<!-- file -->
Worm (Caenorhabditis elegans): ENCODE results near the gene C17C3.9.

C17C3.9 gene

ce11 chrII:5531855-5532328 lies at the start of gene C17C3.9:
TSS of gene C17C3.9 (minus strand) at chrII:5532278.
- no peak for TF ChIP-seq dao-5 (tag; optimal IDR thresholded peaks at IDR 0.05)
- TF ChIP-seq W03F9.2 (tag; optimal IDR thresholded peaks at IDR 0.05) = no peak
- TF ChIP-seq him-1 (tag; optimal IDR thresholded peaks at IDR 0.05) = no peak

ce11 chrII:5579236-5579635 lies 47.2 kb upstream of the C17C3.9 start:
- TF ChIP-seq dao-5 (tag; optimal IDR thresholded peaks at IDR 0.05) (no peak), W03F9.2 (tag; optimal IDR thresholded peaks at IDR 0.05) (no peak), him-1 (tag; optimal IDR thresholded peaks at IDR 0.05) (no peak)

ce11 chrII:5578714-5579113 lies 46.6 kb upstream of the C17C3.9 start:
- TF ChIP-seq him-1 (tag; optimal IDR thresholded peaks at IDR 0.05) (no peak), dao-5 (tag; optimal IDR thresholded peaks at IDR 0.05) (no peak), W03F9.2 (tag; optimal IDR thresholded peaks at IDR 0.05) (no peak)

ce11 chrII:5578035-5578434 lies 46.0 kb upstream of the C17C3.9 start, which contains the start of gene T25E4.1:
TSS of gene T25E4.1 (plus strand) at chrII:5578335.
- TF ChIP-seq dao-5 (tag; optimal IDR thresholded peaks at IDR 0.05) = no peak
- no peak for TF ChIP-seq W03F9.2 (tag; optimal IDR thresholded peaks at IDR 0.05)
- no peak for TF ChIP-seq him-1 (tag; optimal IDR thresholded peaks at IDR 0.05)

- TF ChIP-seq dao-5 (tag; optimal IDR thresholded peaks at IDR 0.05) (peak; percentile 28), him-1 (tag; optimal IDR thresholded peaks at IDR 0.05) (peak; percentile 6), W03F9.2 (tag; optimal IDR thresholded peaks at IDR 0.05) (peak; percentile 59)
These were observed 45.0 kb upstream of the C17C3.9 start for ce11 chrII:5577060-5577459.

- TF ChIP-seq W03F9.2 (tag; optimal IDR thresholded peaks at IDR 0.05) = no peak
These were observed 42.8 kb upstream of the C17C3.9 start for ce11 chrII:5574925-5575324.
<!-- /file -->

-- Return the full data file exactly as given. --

Worm (Caenorhabditis elegans): ENCODE results near the gene C17C3.9.

C17C3.9 gene

ce11 chrII:5531855-5532328 lies at the start of gene C17C3.9:
TSS of gene C17C3.9 (minus strand) at chrII:5532278.
- no peak for TF ChIP-seq dao-5 (tag; optimal IDR thresholded peaks at IDR 0.05)
- TF ChIP-seq W03F9.2 (tag; optimal IDR thresholded peaks at IDR 0.05) = no peak
- TF ChIP-seq him-1 (tag; optimal IDR thresholded peaks at IDR 0.05) = no peak

ce11 chrII:5579236-5579635 lies 47.2 kb upstream of the C17C3.9 start:
- TF ChIP-seq dao-5 (tag; optimal IDR thresholded peaks at IDR 0.05) (no peak), W03F9.2 (tag; optimal IDR thresholded peaks at IDR 0.05) (no peak), him-1 (tag; optimal IDR thresholded peaks at IDR 0.05) (no peak)

ce11 chrII:5578714-5579113 lies 46.6 kb upstream of the C17C3.9 start:
- TF ChIP-seq him-1 (tag; optimal IDR thresholded peaks at IDR 0.05) (no peak), dao-5 (tag; optimal IDR thresholded peaks at IDR 0.05) (no peak), W03F9.2 (tag; optimal IDR thresholded peaks at IDR 0.05) (no peak)

ce11 chrII:5578035-5578434 lies 46.0 kb upstream of the C17C3.9 start, which contains the start of gene T25E4.1:
TSS of gene T25E4.1 (plus strand) at chrII:5578335.
- TF ChIP-seq dao-5 (tag; optimal IDR thresholded peaks at IDR 0.05) = no peak
- no peak for TF ChIP-seq W03F9.2 (tag; optimal IDR thresholded peaks at IDR 0.05)
- no peak for TF ChIP-seq him-1 (tag; optimal IDR thresholded peaks at IDR 0.05)

- TF ChIP-seq dao-5 (tag; optimal IDR thresholded peaks at IDR 0.05) (peak; percentile 28), him-1 (tag; optimal IDR thresholded peaks at IDR 0.05) (peak; percentile 6), W03F9.2 (tag; optimal IDR thresholded peaks at IDR 0.05) (peak; percentile 59)
These were observed 45.0 kb upstream of the C17C3.9 start for ce11 chrII:5577060-5577459.

- TF ChIP-seq W03F9.2 (tag; optimal IDR thresholded peaks at IDR 0.05) = no peak
These were observed 42.8 kb upstream of the C17C3.9 start for ce11 chrII:5574925-5575324.